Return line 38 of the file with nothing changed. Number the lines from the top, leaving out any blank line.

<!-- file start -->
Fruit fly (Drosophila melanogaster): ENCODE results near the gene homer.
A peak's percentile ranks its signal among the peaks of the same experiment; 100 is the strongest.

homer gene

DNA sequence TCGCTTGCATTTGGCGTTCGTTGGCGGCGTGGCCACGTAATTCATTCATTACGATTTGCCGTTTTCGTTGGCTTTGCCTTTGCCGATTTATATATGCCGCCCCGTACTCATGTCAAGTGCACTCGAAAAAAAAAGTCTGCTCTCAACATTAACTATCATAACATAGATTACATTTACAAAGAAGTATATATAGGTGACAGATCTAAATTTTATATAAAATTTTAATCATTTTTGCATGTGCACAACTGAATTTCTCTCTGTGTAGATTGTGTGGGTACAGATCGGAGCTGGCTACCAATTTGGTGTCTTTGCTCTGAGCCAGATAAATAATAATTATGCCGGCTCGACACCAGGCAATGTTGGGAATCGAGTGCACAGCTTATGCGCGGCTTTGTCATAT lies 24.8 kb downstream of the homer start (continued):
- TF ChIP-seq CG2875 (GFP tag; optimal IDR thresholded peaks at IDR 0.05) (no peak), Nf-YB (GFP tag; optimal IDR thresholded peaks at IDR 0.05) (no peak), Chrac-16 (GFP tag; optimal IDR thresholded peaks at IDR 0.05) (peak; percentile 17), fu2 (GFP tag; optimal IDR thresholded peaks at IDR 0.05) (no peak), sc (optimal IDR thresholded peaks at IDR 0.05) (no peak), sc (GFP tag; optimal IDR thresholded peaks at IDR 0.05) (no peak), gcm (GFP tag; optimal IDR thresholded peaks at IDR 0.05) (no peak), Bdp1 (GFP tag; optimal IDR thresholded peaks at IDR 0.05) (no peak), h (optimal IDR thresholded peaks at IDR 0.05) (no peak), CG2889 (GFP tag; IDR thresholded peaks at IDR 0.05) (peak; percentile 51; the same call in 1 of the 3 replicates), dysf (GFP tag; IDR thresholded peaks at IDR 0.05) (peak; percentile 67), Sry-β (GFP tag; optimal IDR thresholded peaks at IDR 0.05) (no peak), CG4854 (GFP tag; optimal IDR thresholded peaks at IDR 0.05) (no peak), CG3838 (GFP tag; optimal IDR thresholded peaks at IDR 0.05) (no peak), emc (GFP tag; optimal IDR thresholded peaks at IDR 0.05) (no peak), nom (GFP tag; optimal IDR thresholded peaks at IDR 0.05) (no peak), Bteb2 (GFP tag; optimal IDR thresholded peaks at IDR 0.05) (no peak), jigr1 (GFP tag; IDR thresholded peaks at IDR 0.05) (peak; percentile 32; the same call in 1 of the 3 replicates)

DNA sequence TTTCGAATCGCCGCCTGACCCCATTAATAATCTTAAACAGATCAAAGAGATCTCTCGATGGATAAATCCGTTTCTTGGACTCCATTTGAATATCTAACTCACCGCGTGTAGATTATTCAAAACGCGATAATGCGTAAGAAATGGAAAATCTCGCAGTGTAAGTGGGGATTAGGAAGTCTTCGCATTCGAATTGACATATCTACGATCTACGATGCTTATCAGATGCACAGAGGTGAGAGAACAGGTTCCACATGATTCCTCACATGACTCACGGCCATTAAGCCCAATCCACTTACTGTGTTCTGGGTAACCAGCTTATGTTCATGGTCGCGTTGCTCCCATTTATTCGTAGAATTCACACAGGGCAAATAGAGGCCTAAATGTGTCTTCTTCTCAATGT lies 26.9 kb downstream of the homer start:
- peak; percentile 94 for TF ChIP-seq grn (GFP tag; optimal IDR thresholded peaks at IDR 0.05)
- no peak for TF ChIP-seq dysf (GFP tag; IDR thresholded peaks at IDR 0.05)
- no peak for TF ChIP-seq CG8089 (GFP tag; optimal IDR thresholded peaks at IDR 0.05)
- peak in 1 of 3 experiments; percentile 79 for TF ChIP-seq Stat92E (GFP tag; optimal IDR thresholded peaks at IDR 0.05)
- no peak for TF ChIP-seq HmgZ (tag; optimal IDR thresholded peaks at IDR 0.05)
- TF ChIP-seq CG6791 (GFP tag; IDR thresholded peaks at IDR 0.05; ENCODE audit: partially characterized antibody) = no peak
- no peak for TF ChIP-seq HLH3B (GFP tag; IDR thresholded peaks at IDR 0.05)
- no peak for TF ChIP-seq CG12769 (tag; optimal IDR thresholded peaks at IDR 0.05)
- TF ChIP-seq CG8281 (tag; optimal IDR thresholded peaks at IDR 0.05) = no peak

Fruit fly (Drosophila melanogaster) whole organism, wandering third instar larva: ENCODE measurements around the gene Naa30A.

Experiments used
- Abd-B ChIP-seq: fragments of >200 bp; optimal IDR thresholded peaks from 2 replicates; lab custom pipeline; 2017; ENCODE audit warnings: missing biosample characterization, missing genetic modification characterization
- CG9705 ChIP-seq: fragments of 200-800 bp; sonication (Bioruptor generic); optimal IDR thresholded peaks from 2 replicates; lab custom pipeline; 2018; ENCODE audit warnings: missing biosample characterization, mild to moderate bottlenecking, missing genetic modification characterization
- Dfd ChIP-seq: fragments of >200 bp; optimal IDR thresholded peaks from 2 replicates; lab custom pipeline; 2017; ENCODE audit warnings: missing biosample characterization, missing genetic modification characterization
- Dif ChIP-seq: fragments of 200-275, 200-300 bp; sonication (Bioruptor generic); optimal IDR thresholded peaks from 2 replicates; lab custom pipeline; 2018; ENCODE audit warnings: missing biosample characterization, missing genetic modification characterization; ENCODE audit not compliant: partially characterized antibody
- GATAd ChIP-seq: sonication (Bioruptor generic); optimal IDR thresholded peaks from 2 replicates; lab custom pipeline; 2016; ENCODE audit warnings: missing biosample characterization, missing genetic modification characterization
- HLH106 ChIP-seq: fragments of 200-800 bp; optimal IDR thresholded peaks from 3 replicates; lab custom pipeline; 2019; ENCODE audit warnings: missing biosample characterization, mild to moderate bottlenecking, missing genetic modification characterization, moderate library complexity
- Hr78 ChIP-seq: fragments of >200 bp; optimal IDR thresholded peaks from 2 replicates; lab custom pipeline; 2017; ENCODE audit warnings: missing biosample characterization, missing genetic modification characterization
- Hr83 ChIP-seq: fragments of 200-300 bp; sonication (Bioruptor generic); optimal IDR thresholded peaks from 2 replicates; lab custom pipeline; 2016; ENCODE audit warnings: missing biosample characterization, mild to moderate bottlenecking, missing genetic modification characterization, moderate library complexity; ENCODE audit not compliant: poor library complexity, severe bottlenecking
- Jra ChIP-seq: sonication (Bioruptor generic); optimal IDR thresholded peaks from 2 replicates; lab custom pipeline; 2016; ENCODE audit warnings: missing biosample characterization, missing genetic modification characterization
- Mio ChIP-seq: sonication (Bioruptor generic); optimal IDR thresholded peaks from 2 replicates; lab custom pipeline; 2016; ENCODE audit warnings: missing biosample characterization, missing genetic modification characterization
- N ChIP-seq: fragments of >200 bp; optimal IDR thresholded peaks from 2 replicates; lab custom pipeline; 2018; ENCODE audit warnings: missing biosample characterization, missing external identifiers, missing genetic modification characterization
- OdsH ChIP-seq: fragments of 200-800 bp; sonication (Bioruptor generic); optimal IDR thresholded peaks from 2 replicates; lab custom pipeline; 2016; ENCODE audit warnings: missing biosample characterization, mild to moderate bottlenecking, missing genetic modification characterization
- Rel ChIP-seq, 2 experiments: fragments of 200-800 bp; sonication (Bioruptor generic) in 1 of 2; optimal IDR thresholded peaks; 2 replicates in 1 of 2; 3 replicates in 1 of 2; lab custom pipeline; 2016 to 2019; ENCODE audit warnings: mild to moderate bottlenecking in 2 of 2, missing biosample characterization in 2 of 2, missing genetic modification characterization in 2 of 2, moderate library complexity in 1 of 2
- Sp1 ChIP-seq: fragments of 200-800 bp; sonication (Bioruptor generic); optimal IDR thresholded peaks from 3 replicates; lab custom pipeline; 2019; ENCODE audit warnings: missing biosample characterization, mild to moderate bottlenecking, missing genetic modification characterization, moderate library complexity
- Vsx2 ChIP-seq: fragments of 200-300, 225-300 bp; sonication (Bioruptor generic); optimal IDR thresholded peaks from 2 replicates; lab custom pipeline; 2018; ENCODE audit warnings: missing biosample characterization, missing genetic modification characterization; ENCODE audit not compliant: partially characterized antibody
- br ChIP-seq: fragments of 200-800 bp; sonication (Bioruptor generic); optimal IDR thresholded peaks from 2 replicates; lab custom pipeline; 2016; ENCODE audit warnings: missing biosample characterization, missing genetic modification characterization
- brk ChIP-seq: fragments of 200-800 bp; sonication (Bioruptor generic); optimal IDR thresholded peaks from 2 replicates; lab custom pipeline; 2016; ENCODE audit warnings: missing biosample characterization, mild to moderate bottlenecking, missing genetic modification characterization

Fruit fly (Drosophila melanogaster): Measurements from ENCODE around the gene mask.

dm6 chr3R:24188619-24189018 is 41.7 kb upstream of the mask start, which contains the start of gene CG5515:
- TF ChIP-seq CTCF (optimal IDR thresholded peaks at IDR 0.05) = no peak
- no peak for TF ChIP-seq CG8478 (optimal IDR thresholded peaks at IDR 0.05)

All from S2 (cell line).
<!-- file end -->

- no peak for TF ChIP-seq CG8478 (optimal IDR thresholded peaks at IDR 0.05)